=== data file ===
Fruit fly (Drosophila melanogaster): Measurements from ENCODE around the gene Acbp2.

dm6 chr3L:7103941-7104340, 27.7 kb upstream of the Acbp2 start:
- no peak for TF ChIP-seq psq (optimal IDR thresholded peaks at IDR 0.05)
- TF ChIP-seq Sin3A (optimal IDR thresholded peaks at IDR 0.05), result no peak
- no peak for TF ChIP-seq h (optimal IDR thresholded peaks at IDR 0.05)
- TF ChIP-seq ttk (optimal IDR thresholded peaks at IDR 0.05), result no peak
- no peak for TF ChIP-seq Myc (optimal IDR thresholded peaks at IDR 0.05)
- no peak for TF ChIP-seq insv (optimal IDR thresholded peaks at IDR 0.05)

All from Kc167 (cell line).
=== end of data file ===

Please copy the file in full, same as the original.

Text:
Fruit fly (Drosophila melanogaster): Measurements from ENCODE around the gene Acbp2.

dm6 chr3L:7103941-7104340, 27.7 kb upstream of the Acbp2 start:
- no peak for TF ChIP-seq psq (optimal IDR thresholded peaks at IDR 0.05)
- TF ChIP-seq Sin3A (optimal IDR thresholded peaks at IDR 0.05), result no peak
- no peak for TF ChIP-seq h (optimal IDR thresholded peaks at IDR 0.05)
- TF ChIP-seq ttk (optimal IDR thresholded peaks at IDR 0.05), result no peak
- no peak for TF ChIP-seq Myc (optimal IDR thresholded peaks at IDR 0.05)
- no peak for TF ChIP-seq insv (optimal IDR thresholded peaks at IDR 0.05)

All from Kc167 (cell line).